Headshot Photography: What To Do and How To Nail It
The art of the headshot might seem simple. But only intense practice and mastering a few pro techniques leads to a stunning photograph. Apart from that, a headshot really needs to convey more of a subject’s character and attitude. Cultivating an honest understanding between you and your client will ensure a smooth exchange of ideas. A truly great headshot is in the details, so here are a few tricks that we hope help you brush up your headshot photography expertise.
Purpose of the shoot
Nothing can beat the clarity of purpose behind the shoot between a photographer and their client. Having a firm grasp of what the client is looking for will bring in more confidence on both ends. What message does the client want to communicate? What locations are comfortable for them but still give you enough space to be creative? What wardrobe choices could be appealing? Having a clear idea about these elements can help you land that perfect headshot.
This smooth communication will also empower your client to be more relaxed during the shoot. A great tip is to shoot tethered if you have the equipment for it. Seeing the results on the go really makes the process smooth, as the clients can see how the shots appear on camera.
A key to headshot photography when it comes to establishing a comfort zone with your client is to connect with them before you take the camera out and keep talking to them throughout. Silence can be a little awkward and anxiety-inducing for some people. Make sure to let your client know how good they are doing and give them genuine compliments! Believe it or not, all of this honest engagement shows through in the final photos.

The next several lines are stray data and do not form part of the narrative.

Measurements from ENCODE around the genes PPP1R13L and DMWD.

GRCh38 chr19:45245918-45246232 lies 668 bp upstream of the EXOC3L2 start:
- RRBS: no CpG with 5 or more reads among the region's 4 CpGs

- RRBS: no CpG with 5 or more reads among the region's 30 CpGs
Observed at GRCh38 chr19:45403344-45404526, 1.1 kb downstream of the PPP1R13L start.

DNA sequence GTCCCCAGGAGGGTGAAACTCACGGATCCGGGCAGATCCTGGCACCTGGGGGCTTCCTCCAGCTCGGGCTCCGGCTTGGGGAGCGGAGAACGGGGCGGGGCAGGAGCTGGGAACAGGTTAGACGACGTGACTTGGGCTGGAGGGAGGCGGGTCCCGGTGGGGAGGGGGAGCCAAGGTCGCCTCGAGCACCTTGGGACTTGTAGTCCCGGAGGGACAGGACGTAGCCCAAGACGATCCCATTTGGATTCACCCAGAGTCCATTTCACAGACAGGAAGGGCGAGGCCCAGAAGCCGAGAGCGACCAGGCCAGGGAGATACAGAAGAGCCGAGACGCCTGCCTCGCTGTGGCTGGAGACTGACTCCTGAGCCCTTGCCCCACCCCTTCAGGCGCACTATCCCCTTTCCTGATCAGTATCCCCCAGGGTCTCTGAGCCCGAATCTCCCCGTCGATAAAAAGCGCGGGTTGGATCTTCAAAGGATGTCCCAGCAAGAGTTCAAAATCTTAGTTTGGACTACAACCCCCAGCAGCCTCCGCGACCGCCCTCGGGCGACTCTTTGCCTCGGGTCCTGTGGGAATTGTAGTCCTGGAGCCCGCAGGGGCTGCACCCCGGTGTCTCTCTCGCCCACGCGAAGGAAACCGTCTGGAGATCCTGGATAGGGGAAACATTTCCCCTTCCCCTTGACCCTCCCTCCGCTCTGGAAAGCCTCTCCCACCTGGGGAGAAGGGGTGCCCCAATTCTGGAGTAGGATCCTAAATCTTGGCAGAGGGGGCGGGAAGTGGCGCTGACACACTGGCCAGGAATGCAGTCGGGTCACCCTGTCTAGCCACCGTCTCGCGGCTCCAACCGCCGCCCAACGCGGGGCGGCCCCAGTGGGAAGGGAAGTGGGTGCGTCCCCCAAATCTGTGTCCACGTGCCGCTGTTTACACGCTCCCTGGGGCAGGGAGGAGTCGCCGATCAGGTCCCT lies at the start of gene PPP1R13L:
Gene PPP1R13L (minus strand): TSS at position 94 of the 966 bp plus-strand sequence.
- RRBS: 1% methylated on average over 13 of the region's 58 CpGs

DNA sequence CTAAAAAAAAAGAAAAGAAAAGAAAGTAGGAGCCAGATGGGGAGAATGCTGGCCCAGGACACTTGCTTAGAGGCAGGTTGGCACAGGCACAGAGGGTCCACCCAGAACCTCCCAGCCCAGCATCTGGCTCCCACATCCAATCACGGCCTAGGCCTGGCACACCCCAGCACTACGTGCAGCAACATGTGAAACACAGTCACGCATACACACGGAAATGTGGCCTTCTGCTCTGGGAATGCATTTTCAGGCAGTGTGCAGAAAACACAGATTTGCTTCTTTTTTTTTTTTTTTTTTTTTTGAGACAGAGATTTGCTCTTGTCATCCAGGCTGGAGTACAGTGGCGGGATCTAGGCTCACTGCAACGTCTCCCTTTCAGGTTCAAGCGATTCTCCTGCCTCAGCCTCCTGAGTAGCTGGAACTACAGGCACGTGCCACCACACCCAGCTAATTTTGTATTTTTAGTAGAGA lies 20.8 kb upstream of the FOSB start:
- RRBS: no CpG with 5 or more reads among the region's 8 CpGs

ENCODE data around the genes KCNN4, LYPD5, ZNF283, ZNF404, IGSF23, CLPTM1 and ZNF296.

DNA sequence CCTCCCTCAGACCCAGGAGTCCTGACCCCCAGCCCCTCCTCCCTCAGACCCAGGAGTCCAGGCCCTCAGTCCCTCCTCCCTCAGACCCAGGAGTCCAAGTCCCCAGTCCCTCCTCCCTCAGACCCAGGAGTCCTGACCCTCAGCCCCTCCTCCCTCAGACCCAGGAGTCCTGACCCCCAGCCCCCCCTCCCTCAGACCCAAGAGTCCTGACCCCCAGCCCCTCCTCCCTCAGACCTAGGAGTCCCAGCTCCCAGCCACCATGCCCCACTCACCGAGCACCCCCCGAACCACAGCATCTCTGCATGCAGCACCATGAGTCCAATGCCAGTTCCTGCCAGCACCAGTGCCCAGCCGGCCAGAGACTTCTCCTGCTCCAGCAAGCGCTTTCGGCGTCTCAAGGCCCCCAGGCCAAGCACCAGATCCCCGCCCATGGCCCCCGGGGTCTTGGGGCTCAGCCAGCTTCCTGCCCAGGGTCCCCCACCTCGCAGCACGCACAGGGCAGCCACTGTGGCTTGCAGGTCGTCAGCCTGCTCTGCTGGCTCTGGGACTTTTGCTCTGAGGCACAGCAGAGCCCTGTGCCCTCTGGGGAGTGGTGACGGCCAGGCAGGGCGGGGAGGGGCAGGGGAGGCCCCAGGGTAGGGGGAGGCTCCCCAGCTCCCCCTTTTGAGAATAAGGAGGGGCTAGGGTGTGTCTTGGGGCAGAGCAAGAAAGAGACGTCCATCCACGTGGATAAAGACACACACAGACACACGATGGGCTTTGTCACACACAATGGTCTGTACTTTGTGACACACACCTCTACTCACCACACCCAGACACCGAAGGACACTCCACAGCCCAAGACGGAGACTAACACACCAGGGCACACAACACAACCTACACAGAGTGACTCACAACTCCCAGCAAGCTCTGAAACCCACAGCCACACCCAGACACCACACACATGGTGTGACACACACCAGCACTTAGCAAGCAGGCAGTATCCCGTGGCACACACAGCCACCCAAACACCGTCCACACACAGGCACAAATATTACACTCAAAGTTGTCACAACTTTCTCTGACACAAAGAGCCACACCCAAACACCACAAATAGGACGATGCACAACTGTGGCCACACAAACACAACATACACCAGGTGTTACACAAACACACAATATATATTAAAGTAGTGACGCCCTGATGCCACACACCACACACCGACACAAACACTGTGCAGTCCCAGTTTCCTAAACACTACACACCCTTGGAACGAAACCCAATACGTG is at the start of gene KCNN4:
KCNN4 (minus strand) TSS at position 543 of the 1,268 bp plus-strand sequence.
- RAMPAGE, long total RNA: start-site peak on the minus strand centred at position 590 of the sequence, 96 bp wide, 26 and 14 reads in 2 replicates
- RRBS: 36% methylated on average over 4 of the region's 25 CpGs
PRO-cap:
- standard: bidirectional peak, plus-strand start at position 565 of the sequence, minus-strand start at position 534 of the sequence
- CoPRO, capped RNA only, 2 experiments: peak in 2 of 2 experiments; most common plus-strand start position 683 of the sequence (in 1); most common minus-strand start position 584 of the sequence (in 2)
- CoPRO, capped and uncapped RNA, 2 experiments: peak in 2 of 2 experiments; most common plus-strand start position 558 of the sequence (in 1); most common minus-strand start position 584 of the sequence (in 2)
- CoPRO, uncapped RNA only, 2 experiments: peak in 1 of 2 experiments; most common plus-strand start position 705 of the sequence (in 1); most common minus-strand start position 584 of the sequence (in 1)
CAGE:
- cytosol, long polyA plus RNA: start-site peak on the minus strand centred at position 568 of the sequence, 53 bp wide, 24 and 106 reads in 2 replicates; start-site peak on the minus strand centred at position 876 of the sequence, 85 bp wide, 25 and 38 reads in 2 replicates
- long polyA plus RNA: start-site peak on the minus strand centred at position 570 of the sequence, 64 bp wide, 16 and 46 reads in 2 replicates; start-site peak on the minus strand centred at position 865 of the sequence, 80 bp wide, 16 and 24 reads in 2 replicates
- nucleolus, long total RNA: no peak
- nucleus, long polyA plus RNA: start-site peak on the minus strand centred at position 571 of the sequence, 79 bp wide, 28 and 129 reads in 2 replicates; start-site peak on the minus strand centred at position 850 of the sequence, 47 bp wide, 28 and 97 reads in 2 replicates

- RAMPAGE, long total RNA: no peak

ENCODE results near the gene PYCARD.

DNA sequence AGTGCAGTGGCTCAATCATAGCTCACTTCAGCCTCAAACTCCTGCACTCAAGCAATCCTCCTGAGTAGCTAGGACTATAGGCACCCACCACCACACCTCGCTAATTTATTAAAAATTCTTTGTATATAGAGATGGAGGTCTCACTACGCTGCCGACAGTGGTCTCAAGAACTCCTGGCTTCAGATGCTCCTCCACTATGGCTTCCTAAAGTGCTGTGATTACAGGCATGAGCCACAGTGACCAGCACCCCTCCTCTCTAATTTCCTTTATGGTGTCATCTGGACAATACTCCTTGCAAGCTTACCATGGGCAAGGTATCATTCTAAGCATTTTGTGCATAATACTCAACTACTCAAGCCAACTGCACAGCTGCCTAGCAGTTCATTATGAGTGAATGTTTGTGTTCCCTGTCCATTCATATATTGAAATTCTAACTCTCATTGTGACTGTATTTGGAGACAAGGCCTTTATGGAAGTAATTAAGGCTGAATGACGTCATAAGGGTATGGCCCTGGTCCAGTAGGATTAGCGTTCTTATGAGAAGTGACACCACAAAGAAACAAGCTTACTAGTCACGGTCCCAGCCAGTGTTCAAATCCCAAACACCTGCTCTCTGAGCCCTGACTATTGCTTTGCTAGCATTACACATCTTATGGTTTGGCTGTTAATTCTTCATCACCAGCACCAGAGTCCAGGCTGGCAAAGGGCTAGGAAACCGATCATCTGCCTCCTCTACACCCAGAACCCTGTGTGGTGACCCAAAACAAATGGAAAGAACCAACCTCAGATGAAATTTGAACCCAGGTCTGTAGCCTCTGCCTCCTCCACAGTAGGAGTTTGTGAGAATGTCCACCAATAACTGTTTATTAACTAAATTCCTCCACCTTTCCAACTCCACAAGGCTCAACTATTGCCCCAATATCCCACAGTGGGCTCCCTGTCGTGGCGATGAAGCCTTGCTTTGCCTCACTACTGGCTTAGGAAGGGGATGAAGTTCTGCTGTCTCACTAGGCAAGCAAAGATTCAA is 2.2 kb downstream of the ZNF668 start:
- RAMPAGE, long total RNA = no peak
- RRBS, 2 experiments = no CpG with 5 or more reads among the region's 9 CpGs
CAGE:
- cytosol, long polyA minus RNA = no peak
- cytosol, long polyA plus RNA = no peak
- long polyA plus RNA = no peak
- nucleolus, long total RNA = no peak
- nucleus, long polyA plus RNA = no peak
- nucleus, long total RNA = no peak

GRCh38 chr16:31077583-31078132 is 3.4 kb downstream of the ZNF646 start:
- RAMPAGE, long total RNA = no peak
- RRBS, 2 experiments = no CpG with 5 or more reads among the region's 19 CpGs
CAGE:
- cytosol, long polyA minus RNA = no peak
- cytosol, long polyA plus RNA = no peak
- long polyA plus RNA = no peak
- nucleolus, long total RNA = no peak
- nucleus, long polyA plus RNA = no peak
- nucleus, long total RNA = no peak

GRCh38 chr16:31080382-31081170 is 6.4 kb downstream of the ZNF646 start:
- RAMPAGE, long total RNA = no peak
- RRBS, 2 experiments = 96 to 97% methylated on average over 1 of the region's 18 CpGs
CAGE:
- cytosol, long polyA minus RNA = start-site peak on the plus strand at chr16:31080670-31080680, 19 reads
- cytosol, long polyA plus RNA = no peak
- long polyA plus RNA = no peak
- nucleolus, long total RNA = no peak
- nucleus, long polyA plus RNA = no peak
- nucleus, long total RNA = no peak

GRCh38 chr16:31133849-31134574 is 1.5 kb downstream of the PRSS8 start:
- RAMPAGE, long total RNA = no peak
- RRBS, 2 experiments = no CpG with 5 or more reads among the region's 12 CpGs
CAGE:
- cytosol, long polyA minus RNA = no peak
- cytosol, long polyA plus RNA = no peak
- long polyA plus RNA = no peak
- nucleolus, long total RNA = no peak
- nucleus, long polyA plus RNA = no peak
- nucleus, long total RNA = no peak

Headshot photography lighting
Getting the lighting right with a headshot can be a challenge. Usually, conventional headshot wisdom recommends white, soft light against a white background. But, with proper planning and consideration, both hard and soft light can work well in headshots. If you are aiming for a more dramatic look, then harsh light or big light will make your subject achieve that certain kind of look. Matching light to your subject’s look and personality is really essential. The friendliest type of lighting is a cloudy day next to the window. The clouds diffuse the sun, and hence, you will take beautiful pictures with soft, even lighting.
Working outside can also lead to some really great pictures. But one has to take care of all the uncertain variables that come with it. A bright sun overhead can create sharp shadows on faces which can be tough to correct while editing. So, make sure to move your subjects into shade when you encounter such instances. First, assess where you want to get the shots, and from there, you can choose if you want to use natural light, on-camera or off-camera flash, a strobe set-up, a ring light, or beauty dish.
We can’t overstate the importance of learning your standard portrait lighting setups if you’re shooting indoors.
Focus on the face
A good photographer takes into consideration the variation and contours of the human face. By capturing someone’s eyes, nose, and forehead, you really are capturing someone’s essence. It’s important to focus on the subject while de-emphasizing the background. For a nice blurred-out background, 50-80mm focal length works well, and a shallow depth of field can create gorgeous bokeh effect backgrounds.
If you are working with someone nervous about their picture being taken, giving them some extra distance can really positively impact the photographs. Using a longer focal length can give you and your subject an ideal space to work with. But for some, having a closer interaction works best. To establish and carry on a rapport, it’s important to stay close to not miss out on any playful or candid moments.
Play with different poses
A headshot needs to reflect your client’s brand, personality, and style. Don’t stick to stiff portraits that say nothing about the person in the photo. Start with putting your client at ease and find a natural and appealing way to position your body, head, and hands. Tuck-in-pocket poses are good for some relaxed standing poses. A lean-on-the-wall pose goes a long way in making a shot feel more genuinely comfortable. Who knew that seated-down positioning could work so well at times? If shooting indoors, go with a smart piece of furniture. Having one knee higher than the other and resting a hand on a knee also helps.